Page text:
Creating a Jewish majority is at the heart of Israel's policies and is achieved through the de-Palestinization of Palestinian land. For instance, since 2002, thousands of people have been displaced by the construction of the Wall and its associated regime. Prof. John Dugard, Special Rapporteur for the Occupied Palestinian Territories recently observed that "the closed zone is gradually being "cleansed" of Palestinians, where land will in due course be transferred to land-greedy settlers." (E/CN.4/2006/29, 17 January 2006).
Similarly, in pursuing a Jewish majority, Palestinian-Israelis residents of the Galilee and the Naqab are being forcibly displaced. Israel has emphasized the Jewish character of the state and the need to create and maintain a Jewish majority to such an extent that the Committee on Economic, Social and Cultural Rights concluded that "Jewish nationality" is ground for "exclusive preferential treatment" resulting "in discriminatory treatment against non-Jews, in particular Palestinian refugees." (E/C.12/1/Add.90, May 2003). Israel's policies are based on racial superiority, and include policies of apartheid, segregation or separation, which defy the principles of equality, non-discrimination and the right of return and self-determination of the Palestinian people.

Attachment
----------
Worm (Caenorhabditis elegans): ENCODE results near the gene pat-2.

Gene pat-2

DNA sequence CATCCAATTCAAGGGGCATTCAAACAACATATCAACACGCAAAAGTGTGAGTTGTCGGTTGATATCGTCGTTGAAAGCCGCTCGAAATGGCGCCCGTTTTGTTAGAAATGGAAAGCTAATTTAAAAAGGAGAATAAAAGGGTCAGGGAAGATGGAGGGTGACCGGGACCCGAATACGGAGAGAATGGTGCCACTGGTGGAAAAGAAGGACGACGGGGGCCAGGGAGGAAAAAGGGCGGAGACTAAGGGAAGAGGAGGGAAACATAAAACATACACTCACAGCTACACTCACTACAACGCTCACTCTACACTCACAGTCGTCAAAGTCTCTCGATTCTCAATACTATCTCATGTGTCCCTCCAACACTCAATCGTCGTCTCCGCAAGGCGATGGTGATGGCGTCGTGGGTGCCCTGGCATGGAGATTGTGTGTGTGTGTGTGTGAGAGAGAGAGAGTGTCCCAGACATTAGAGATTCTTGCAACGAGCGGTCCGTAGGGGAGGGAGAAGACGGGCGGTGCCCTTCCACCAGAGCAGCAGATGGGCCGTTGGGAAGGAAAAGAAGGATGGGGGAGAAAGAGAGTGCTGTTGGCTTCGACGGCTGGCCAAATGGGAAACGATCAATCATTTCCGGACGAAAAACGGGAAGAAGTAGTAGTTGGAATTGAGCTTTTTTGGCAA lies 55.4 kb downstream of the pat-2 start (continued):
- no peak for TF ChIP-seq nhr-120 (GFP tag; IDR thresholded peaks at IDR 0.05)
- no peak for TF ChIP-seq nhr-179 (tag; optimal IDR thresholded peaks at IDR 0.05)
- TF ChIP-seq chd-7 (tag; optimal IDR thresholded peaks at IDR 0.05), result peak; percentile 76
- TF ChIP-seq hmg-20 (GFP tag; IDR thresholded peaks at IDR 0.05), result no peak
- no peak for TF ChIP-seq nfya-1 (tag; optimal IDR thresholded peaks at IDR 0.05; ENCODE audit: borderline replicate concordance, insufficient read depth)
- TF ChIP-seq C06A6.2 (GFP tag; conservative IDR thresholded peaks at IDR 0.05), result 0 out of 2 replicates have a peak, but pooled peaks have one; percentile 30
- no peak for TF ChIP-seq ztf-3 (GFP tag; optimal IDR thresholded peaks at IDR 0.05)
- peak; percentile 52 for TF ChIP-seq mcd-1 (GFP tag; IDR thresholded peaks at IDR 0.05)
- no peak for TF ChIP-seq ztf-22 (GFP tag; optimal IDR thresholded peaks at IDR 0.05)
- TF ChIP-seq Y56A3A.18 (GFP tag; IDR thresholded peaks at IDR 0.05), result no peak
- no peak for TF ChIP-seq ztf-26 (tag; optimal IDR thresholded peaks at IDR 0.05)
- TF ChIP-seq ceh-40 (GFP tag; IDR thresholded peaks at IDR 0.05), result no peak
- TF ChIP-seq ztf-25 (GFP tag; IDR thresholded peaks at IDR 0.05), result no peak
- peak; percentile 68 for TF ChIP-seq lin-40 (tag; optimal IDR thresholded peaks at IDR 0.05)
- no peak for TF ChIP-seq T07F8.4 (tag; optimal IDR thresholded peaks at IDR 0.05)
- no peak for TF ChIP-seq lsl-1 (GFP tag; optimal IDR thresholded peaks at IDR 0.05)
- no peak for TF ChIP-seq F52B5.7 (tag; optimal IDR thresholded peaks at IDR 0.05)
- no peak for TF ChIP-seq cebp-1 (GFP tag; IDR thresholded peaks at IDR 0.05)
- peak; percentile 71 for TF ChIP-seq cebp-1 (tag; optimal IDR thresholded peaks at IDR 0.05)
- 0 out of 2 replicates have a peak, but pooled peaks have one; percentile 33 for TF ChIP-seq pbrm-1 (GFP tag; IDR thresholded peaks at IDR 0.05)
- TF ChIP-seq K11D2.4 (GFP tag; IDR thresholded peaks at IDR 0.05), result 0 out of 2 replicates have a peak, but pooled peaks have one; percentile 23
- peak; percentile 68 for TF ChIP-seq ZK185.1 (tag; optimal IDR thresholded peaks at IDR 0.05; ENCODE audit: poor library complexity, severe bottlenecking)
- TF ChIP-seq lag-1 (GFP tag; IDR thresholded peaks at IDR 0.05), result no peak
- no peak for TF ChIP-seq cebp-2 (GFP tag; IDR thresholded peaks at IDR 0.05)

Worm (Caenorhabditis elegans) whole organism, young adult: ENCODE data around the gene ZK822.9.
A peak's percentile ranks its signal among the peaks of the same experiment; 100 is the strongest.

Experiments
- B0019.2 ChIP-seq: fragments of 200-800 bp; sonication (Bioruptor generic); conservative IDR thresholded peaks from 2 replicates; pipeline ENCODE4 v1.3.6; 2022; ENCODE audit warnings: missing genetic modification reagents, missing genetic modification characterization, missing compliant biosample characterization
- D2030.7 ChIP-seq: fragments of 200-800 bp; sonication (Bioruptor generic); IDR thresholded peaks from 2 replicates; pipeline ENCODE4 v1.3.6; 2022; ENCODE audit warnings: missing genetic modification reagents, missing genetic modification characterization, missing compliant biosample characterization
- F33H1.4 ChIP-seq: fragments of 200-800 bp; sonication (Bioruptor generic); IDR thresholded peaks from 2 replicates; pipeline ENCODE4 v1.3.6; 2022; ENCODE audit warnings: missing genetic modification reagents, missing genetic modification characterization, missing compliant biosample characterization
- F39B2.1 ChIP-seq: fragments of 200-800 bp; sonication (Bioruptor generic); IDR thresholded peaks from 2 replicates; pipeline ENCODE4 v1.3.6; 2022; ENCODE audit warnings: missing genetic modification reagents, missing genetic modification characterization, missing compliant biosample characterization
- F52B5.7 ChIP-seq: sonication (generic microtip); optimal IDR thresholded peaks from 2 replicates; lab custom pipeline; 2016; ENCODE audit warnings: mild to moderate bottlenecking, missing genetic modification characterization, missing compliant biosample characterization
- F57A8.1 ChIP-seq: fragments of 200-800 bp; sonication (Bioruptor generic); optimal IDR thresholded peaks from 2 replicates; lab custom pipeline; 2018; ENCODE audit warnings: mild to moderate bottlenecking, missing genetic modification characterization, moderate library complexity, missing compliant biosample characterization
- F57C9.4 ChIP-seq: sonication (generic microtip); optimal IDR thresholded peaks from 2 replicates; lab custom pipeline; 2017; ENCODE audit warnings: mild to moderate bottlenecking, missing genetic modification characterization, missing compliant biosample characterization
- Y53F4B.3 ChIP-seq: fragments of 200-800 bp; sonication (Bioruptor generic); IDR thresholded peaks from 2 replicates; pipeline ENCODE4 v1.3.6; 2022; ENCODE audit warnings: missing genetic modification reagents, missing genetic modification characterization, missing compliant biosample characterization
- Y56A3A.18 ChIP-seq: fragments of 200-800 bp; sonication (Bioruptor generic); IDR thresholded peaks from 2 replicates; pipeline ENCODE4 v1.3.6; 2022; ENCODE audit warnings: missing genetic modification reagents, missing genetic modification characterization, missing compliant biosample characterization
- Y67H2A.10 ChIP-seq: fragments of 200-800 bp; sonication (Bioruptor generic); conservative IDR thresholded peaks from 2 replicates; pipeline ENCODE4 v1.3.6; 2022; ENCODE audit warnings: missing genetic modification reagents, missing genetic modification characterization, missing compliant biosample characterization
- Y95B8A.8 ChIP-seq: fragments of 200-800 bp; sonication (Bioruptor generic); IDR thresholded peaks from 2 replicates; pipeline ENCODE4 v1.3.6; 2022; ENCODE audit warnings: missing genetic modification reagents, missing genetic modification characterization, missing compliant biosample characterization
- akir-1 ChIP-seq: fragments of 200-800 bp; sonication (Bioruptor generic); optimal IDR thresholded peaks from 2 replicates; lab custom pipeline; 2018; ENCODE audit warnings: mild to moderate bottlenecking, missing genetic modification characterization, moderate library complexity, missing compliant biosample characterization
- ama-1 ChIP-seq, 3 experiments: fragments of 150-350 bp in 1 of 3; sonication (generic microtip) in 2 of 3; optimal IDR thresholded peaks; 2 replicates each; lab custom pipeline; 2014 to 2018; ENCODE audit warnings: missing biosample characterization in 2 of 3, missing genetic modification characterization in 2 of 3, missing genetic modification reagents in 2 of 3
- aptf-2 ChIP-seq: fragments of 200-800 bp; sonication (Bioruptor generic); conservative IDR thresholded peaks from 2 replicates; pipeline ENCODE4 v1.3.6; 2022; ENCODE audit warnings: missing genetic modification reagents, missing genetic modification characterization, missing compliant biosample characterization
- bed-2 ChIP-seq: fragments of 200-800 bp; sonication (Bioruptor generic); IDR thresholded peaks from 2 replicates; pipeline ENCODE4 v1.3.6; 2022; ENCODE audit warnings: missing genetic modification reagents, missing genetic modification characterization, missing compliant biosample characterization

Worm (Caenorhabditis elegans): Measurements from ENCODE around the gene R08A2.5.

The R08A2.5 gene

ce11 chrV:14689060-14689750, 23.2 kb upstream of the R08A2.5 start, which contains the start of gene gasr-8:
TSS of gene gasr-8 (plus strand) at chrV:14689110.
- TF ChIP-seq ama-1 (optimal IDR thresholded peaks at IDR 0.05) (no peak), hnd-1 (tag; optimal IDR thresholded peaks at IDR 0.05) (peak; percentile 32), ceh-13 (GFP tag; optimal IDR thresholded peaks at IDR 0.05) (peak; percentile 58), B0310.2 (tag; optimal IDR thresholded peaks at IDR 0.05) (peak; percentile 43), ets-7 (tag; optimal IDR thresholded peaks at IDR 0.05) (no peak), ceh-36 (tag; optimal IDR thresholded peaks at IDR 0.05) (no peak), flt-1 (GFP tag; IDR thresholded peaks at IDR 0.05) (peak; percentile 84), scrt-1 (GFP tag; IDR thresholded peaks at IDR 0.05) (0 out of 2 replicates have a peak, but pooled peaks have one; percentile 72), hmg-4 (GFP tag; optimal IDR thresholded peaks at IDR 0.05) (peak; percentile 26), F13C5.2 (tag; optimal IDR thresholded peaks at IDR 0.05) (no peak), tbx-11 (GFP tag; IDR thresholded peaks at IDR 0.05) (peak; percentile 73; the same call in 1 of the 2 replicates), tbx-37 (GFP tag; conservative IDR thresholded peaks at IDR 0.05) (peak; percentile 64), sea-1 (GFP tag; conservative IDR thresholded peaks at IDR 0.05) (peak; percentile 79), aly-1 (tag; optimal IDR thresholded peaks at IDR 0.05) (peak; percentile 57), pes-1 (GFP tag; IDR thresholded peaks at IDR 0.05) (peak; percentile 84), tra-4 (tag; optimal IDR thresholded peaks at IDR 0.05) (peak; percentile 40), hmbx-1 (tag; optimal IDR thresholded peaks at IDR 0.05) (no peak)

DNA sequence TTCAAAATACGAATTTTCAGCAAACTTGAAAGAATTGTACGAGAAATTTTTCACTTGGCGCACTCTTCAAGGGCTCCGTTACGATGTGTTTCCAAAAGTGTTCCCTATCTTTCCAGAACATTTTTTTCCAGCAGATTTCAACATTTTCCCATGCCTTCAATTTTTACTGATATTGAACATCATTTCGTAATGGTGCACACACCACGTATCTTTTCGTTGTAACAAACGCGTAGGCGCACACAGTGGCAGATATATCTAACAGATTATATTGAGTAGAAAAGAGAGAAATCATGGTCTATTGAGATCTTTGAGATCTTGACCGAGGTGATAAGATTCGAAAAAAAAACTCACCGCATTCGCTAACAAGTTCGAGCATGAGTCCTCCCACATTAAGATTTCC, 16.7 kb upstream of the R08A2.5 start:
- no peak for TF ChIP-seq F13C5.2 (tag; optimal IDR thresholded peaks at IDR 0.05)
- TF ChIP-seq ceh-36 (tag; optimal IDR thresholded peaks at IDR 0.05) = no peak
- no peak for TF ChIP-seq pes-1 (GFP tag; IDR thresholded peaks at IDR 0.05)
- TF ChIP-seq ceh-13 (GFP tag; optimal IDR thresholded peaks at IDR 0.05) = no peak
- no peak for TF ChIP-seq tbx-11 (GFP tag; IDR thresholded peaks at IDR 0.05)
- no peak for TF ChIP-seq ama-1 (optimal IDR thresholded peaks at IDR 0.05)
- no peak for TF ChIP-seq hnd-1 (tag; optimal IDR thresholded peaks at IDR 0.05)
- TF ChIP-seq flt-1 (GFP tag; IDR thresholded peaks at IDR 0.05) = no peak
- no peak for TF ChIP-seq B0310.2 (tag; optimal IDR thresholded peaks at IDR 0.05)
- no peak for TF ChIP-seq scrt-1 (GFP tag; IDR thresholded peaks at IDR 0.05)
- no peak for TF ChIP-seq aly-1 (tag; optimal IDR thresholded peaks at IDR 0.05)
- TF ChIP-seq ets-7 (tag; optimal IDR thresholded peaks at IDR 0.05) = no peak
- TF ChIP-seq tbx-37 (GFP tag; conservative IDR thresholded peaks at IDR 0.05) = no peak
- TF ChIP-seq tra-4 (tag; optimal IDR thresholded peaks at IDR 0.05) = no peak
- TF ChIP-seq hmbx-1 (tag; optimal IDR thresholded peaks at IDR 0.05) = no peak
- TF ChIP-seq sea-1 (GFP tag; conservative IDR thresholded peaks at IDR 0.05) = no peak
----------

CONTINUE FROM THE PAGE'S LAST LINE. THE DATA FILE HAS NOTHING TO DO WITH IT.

This rationale of racial superiority leads to colonialism. It is at the centre of the "unilateral disengagement plan" promoted by Olmert's Kadima party, the expected winner in the upcoming Israeli elections, and at the core of all 'transfer' (ethnic cleansing) proposals currently dominating the election campaign of the right wing in Israel.